Jonathan Miller, director and humorist in fact a master of all trades dies at 85
The celebrated British theatre director,Jonathan Miller passes on, aged 85
Theatre director, writer and actor Jonathan Miller died this morning aged 85, his family said.
Who is Jonathan Miller ?
Miller, who shot to fame as part of the comedy revue Beyond the Fringe with Peter Cook, Dudley Moore and Alan Bennett, had a lengthy career that took in medicine, broadcasting, books and the theatre.
He was born into an artistic London family and studied medicine at Cambridge where he became part of a glittering generation of performers who honed their skills in student productions.
In the early days he combined stage appearances with work as a hospital doctor in the capital but the success of Beyond the Fringe changed his life forever and he was soon in demand as a theatre director, in both London and New York, and also worked with the BBC presenting arts programmes and adapting plays for television.
His productions were regularly staged by English National Opera – he made around 15 over four decades there – and he also worked at the National Theatre and the Old Vic but always maintained his interest in medicine, continuing to study, and wrote and presented the 1978 BBC series The Body in Question.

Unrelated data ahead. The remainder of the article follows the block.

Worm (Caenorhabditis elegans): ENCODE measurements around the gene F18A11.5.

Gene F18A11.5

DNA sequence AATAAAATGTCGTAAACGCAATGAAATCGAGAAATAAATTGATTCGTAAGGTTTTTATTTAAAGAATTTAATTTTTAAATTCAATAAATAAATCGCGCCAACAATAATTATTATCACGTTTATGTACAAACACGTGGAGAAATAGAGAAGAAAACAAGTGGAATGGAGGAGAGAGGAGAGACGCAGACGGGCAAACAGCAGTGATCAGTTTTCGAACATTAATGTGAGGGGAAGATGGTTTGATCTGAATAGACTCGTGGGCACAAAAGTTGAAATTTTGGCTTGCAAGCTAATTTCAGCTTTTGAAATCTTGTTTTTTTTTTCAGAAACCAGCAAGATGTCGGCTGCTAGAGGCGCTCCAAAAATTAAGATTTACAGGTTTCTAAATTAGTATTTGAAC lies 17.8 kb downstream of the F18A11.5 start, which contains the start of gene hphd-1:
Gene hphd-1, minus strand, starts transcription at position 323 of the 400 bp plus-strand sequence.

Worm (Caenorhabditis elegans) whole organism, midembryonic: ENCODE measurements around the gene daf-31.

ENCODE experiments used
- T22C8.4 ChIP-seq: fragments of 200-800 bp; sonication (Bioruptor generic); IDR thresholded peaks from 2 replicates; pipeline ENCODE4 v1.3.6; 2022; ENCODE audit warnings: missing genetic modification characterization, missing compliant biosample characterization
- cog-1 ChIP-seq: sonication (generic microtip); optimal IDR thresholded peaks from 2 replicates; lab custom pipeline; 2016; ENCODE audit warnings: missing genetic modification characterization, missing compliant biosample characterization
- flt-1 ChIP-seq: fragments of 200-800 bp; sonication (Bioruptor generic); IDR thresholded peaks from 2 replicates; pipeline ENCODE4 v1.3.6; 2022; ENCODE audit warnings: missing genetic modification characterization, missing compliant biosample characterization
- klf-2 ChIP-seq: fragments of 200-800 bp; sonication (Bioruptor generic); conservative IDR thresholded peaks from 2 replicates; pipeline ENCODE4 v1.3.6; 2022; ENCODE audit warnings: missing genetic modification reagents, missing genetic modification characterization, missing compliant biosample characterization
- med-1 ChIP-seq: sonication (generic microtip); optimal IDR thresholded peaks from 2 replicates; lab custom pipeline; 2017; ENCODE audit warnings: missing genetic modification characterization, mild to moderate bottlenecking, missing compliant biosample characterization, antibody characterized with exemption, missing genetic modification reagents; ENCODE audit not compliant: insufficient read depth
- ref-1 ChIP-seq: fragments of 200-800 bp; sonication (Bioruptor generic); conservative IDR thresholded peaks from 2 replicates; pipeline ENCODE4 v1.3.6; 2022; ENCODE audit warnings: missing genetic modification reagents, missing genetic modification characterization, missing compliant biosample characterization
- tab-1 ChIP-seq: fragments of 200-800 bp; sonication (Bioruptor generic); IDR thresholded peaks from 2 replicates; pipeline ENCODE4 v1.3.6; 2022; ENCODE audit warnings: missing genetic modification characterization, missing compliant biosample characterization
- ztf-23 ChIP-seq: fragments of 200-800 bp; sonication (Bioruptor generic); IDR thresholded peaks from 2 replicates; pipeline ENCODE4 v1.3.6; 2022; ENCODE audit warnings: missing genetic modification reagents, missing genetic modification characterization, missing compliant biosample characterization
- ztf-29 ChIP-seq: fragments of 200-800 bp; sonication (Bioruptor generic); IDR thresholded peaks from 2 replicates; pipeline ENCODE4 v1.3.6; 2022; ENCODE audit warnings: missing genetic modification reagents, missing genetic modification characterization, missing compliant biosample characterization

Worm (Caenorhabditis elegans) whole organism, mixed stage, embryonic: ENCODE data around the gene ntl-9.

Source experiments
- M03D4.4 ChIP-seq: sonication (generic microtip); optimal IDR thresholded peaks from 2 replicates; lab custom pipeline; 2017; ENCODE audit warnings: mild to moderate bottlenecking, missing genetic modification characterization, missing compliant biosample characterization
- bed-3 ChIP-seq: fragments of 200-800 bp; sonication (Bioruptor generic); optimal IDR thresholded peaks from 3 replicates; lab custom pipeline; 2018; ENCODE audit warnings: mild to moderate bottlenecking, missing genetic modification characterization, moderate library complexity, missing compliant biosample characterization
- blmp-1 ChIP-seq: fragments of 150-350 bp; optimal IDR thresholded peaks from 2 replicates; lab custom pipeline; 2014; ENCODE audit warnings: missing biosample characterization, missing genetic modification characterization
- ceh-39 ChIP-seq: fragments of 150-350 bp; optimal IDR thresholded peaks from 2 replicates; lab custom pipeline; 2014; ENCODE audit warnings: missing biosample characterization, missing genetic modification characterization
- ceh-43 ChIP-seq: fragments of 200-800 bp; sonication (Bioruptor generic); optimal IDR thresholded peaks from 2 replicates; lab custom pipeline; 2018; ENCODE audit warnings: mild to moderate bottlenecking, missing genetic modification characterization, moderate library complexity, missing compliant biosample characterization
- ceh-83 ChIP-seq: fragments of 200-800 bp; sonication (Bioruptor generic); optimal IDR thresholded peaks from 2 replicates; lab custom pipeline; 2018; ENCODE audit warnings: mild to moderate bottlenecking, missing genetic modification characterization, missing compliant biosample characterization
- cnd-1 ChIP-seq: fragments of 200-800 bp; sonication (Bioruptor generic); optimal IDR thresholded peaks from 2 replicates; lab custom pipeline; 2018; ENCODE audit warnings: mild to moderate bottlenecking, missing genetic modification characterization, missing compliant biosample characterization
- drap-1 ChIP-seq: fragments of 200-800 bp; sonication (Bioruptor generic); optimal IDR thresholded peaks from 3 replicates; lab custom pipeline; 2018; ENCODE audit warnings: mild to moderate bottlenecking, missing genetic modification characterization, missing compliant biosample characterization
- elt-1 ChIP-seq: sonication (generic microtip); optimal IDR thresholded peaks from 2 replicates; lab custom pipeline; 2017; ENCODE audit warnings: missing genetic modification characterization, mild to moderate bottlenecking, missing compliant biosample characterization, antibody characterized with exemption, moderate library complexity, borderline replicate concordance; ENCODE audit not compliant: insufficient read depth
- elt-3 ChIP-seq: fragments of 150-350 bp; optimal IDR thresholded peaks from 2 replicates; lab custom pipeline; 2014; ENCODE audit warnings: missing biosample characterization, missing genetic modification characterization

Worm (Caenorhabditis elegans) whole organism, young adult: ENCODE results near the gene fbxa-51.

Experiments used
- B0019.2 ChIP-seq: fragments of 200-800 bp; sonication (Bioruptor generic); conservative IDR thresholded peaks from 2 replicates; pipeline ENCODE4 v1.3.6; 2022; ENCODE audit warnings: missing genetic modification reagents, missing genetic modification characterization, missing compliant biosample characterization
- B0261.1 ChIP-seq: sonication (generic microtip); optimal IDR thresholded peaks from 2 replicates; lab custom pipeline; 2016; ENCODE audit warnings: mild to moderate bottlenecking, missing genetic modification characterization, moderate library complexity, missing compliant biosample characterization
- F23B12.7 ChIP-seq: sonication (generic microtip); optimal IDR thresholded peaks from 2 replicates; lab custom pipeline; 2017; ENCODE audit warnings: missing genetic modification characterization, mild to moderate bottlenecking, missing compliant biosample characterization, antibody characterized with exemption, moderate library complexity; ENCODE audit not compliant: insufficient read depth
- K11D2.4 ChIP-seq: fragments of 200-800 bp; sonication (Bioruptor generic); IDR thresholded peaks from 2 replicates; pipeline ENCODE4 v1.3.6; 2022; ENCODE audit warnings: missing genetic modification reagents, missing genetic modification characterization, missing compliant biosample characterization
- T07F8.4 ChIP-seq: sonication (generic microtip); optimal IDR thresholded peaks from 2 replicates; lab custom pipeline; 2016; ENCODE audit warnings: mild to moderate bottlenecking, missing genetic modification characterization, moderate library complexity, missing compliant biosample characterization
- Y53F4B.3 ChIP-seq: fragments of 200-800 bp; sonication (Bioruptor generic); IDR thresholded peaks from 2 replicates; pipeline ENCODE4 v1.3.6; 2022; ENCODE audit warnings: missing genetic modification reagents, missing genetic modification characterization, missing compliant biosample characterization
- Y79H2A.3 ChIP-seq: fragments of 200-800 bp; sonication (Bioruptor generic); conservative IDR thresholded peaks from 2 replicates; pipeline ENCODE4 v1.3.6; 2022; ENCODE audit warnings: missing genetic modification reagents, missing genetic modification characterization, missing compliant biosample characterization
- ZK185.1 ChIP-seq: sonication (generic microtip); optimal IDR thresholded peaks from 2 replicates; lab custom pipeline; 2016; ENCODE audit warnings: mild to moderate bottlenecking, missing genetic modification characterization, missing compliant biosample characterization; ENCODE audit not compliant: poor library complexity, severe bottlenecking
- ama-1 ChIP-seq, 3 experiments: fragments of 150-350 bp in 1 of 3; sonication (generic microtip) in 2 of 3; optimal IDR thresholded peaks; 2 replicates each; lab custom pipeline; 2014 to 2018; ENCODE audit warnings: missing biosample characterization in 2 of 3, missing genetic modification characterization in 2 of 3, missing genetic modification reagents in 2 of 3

A committed atheist, his interests stretched from religion to the history of camouflage, a subject he curated an exhibition on at the Imperial War Museum, as well as the arts and science.
In 2013, he unveiled a one man show in Islington of artwork made from bits of scrap metal and wood and two years later his production of King Lear was greeted with five star reviews.
Miller famously loathed being described as a polymath and was once pushed to describe his career, asked what it said on his passport he hesitated before saying: “I think it says theatre director”.
His son, William Miller, said his father had died this morning and the family would make a public statement later.
A long-term resident of Camden Town, William published a memoir last year detailing life growing up in a bohemian north London house where regular guests including Bennett, the musician George Melly, playwright Michael Frayn and designer Terence Conran who would gather round discussing the issues of the day and putting the world to rights.